Stereotypes and Stereotyping of Native American in The Pioneers

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The Native American Behind the Stereotype in The Pioneers Throughout the history of American literature, the Native American is rarely presented as a fully developed character; instead, he is degraded to a mere caricature, one deeply rooted in traditional racial prejudices. In his novel, The Pioneers, James Fennimore Cooper became the one of the first American authors to depict an Indian as a leading character; in fact, Cooper's depiction of the infamous Chinkachgook is widely considered to be the original archetypical basis for Native American figures as seen in American literature. However, Cooper's characterization of Chinkachgook, known by a variety of names, including John Mohegan and Indian John, is based…show more content…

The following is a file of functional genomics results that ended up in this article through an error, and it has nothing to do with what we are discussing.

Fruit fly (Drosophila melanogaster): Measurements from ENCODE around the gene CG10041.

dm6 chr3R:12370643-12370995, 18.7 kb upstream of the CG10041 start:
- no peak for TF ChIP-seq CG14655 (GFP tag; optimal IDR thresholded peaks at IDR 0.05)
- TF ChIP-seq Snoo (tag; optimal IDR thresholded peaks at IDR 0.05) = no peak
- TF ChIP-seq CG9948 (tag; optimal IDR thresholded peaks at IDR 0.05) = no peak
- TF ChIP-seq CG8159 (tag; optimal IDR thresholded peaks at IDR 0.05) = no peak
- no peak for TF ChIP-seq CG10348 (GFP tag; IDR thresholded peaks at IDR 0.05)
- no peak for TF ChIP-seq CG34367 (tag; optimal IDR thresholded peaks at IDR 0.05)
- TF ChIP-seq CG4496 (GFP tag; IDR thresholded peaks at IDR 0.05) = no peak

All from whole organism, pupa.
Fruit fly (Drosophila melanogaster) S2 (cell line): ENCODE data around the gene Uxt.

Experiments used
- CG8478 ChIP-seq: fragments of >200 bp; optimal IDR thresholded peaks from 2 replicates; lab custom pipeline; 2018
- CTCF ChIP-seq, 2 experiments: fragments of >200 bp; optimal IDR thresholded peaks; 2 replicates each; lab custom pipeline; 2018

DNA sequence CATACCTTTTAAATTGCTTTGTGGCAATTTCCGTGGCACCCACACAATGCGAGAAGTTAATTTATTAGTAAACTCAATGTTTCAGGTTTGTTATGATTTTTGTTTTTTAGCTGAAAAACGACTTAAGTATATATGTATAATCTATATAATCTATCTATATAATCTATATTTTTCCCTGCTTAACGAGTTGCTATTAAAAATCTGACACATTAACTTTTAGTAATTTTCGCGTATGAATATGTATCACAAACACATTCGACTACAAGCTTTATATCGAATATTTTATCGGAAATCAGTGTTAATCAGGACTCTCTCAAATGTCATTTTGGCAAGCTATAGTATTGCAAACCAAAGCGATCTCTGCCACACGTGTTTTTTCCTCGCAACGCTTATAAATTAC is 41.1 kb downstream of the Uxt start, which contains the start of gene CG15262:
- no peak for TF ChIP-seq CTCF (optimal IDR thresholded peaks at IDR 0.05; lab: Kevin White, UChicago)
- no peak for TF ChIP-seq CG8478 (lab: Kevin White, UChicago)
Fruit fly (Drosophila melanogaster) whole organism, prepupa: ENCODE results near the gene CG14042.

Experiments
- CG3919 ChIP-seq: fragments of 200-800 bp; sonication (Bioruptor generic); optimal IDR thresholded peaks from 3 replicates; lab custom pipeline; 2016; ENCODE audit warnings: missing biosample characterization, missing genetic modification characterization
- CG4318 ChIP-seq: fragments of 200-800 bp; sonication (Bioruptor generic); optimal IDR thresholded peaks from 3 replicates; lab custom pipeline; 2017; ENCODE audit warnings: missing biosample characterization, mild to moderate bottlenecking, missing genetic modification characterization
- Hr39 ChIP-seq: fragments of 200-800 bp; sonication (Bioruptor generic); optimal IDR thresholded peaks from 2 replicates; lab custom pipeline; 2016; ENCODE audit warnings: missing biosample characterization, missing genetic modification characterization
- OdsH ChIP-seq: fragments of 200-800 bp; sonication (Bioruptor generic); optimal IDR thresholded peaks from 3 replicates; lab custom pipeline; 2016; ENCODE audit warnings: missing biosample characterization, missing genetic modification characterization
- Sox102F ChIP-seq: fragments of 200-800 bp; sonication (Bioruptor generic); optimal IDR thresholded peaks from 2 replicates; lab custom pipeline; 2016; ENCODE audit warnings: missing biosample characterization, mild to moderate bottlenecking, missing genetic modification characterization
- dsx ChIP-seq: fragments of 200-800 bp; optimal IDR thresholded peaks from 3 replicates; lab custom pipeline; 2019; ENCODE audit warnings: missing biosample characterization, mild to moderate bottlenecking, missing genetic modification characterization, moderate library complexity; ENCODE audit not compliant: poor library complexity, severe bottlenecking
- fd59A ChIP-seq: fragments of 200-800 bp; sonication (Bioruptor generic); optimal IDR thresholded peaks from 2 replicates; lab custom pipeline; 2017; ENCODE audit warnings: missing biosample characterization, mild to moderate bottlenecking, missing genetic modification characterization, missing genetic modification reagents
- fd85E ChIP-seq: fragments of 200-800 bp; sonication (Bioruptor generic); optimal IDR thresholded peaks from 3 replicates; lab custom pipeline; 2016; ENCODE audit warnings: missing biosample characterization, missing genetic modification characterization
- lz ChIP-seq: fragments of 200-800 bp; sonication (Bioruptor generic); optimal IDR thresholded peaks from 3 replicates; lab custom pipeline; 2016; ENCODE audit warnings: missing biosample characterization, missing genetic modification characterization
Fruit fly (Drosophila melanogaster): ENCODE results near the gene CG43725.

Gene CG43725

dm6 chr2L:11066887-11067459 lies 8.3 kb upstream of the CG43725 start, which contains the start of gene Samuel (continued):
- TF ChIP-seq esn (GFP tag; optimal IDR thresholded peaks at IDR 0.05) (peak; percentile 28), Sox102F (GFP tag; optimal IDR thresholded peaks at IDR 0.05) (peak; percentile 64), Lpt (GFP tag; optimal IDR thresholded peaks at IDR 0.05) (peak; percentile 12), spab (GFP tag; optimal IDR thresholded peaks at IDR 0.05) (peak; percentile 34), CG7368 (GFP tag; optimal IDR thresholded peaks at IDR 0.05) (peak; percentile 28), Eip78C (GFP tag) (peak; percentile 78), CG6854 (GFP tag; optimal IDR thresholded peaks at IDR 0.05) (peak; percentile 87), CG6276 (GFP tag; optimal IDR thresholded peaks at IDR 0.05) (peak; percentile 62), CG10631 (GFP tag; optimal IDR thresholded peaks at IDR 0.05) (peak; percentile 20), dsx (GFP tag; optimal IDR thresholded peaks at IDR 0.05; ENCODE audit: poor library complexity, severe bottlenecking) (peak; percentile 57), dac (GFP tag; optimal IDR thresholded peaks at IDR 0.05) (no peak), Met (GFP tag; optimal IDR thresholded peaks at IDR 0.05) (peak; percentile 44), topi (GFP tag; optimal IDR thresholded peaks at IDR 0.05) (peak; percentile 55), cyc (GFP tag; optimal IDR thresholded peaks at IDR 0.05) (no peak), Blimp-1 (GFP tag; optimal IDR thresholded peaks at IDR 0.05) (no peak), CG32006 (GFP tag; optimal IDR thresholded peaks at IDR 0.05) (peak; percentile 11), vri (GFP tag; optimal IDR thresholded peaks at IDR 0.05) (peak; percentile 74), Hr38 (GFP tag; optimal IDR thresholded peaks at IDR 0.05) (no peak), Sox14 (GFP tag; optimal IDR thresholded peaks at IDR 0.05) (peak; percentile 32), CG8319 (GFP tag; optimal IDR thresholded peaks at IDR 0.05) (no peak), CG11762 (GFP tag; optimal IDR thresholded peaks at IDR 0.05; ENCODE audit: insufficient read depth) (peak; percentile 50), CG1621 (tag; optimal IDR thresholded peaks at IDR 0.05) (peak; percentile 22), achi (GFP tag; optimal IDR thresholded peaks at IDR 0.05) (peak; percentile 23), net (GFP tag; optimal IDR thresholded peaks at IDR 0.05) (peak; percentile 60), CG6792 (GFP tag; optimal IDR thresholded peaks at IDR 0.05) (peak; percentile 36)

However, Cooper rather carelessly misused these missionary accounts in his writing; in essence, he combined what he knew of several different Indian tribes, blended them into his own creation, and misnamed them as the single, fictional nation of "Mohegan." Even the information that Cooper relates as historical fact is riddled with errors and misconceptions, most clearly in his history of the Delewares.2 Beyond this, these Moravian accounts are representative of solely the white perspective of Native Americans, and hence, the voice of the Native American himself is, alas, entirely lacking in Cooper's research. This lack of Indian perspective is reflected in his writing, which tends to view the Native Americans solely in light of their relationship of the white man. More specifically, the character of John Mohegan is the epitome of the white stereotypical view of the Native American as the "noble savage." In fact, The Pioneers represents the later years of Chinkagooch's life, and now, he is a Native American who has been extremely westernized, adopting the white name of John Mohegan as well as an adapted version of Christianity. However, beyond this westernization, John Mohegan remains a rather wild figure, one that continues to have a certain mysterious and untamed quality. For example, Cooper details Indian John's

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